There’s a trend I’ve noticed over the past several years that has started to bother me. I’ve noticed more and more that people are referring to Thanksgiving as “Turkey Day.” Now, I’m not trying to be a Debbie Downer and complain about how things used to be so much better or that Thanksgiving is under attack. In fact, one of my pet peeves is hearing people complain about how Christmas is under attack because stores hang “Happy Holidays” banners instead of Merry Christmas.
The truth is, during this season there are several holidays besides Christmas, like Thanksgiving and New Years. Then, add in the fact that there are other faith traditions that also celebrate something this season, and it makes sense that retailers in particular would want to welcome everyone to come shop at their stores and not just those that celebrate Christmas.
The reason I don’t like people referring to Thanksgiving as “Turkey Day” is that it removes the attention to something so many of us struggle with, and that is having a spirit of gratitude. Gratitude or thanksgiving can be such a difficult attitude because we are continually bombarded with the brokenness of this world. This brokenness makes life full of struggle, fear, and pain. Being thankful for when we face these challenges is not our default, and certainly not the norm.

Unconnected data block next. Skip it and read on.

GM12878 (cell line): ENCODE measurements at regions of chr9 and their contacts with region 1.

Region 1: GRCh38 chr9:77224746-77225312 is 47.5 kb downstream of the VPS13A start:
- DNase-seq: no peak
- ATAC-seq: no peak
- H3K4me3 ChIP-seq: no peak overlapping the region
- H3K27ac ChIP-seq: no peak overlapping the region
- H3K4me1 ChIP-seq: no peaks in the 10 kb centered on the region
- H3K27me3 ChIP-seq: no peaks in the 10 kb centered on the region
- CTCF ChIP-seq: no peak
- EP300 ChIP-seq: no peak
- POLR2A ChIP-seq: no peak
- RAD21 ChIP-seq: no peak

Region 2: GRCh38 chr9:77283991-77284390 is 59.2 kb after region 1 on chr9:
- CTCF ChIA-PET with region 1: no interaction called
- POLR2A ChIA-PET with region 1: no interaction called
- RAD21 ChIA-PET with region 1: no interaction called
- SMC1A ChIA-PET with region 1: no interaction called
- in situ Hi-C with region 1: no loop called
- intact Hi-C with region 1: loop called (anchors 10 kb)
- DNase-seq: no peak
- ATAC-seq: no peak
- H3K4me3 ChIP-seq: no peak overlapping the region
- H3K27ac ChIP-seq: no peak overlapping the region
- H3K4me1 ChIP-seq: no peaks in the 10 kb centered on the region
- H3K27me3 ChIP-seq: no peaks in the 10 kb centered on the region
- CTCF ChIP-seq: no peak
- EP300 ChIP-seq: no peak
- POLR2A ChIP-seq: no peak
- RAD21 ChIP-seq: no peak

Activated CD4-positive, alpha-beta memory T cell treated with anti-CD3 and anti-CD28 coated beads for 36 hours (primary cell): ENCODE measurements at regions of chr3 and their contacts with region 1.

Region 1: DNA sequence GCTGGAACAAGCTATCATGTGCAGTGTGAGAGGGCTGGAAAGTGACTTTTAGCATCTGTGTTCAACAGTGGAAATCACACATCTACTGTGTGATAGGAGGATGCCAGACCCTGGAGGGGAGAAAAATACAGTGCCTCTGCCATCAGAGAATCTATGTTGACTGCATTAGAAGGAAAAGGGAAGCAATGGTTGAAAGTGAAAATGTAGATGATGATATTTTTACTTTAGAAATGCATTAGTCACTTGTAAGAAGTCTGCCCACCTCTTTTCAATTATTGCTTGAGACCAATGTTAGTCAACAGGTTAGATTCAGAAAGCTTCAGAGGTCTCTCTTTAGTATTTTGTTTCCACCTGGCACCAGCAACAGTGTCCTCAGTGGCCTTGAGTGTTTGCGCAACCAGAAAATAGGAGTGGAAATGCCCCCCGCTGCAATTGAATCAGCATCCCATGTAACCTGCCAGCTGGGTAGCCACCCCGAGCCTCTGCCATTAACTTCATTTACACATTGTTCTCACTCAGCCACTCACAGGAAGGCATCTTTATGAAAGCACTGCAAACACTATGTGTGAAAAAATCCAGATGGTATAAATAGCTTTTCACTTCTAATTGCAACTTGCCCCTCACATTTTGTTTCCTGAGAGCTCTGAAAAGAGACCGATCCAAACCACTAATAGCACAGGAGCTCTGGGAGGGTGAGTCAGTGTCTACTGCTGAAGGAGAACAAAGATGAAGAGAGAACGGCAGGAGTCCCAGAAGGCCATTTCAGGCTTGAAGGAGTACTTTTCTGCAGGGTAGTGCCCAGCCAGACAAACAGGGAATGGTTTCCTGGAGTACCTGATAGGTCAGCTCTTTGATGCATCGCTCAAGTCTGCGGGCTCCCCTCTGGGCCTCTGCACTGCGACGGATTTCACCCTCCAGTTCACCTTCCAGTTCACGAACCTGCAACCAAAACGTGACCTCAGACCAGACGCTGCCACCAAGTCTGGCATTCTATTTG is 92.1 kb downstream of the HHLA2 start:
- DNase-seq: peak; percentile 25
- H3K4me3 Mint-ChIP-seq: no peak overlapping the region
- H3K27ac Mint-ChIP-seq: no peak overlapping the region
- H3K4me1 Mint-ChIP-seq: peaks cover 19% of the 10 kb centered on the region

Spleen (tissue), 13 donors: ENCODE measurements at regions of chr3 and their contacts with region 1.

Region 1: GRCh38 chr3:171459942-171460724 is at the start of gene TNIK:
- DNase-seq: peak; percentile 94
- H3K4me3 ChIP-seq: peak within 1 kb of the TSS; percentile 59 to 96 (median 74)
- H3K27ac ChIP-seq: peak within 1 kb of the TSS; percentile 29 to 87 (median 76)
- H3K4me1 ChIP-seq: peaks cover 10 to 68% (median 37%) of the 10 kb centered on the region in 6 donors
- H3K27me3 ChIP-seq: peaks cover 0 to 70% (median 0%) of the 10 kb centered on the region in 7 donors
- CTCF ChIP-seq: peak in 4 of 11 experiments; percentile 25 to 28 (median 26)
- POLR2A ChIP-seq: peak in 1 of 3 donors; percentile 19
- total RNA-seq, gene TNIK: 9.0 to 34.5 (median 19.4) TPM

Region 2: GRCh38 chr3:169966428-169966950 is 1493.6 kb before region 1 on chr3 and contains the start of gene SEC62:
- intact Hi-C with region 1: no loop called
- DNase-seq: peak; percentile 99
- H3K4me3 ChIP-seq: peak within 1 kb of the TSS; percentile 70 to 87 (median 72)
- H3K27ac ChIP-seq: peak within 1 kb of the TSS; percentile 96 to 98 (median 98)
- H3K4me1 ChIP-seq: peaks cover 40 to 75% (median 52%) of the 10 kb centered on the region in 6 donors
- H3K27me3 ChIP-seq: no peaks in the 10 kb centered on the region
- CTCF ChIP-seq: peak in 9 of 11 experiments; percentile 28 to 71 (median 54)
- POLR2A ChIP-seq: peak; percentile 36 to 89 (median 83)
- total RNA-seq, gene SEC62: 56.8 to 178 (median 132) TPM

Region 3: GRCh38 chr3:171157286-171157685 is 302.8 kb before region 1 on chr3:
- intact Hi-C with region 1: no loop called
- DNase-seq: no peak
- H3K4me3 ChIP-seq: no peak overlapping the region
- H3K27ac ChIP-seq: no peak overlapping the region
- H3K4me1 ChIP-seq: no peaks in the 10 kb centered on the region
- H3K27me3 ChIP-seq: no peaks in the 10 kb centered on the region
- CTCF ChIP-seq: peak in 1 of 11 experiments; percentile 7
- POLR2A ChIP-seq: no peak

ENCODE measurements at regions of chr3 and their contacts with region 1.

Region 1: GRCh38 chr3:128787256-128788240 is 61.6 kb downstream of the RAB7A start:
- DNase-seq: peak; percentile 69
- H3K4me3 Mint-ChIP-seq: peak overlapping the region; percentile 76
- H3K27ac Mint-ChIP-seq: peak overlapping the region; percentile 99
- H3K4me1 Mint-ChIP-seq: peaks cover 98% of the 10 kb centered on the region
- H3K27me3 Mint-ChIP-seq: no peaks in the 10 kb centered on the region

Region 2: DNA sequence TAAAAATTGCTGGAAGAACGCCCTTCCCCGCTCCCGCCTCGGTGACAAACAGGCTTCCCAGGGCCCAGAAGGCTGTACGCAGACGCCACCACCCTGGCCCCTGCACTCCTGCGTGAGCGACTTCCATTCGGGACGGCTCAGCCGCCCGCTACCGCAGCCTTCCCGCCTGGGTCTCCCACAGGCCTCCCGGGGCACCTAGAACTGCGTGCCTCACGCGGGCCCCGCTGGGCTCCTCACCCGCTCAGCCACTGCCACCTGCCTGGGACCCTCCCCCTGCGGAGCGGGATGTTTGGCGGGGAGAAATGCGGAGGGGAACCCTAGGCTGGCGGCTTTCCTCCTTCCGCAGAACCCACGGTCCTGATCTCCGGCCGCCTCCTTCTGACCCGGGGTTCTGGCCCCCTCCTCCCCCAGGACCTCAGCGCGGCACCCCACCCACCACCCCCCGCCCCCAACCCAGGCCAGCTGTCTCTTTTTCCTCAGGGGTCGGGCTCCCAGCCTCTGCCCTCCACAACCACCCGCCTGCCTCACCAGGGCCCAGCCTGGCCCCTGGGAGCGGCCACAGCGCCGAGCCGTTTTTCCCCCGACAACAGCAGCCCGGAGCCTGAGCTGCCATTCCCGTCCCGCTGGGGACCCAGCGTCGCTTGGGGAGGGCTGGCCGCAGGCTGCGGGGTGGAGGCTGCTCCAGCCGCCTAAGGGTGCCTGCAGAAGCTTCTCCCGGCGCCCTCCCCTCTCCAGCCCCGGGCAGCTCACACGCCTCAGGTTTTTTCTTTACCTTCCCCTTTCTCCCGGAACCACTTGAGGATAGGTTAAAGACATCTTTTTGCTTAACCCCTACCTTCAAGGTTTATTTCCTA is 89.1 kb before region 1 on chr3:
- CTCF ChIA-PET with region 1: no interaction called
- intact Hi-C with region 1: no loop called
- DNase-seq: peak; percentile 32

A couple of months ago I was thinking ahead about the holiday season on the horizon and I was deeply convicted that over the past few years I have rarely had a spirit of thanksgiving. Sure, from time to time I was thankful for things, but having a true “attitude of gratitude” was far from frequent. Since then, I entered into an intentional season to prepare myself for Thanksgiving, and here is the thing I learned the most: A spirit of thanksgiving must be pursued.
During this season I was reminded several times of James 1 where it is written that we should, “Consider it pure joy, my brothers and sisters, whenever you face trials of many kinds.” I recognize that James doesn’t say “Thanksgiving,” but instead uses the word “Joy,” but I tend to think that both of those go hand in hand. This life is certainly full of “trials of many kinds.” In fact, many people would use something similar to that to describe their lives. That is why we have to pursue a spirit of thanksgiving. We have to have the presence of mind to be in the very midst of these trials and actively give thanks.
This morning a situation occurred that was the latest of a string of frustrating happenings that nearly sent me over the edge. I was sitting in a parking lot when I received this news and I started to go off voicing my frustration to absolutely no one. I felt like life was unfair and that I couldn’t catch a break, but in the midst of that I was reminded of James 1 once again. James continues his thought to describe that the reason we should find joy in these trials is because God uses those things to build our faith and to make us mature and complete. In short, God doesn’t waste anything in building us to be more like him.
Today, I am thankful for that. Tomorrow, I will fry a turkey and, if all goes well, it will be amazing and I will be incredibly happy to eat it. But, tomorrow is not “Turkey Day.” It is Thanksgiving Day. A day to pursue a spirit of gratitude and to reflect and share what we are thankful for. Some of you have suffered enormous loss this year, and all of us have been hurt many times, but I encourage you to pursue thanksgiving to our Savior who is never done with us, and who we owe our whole lives to.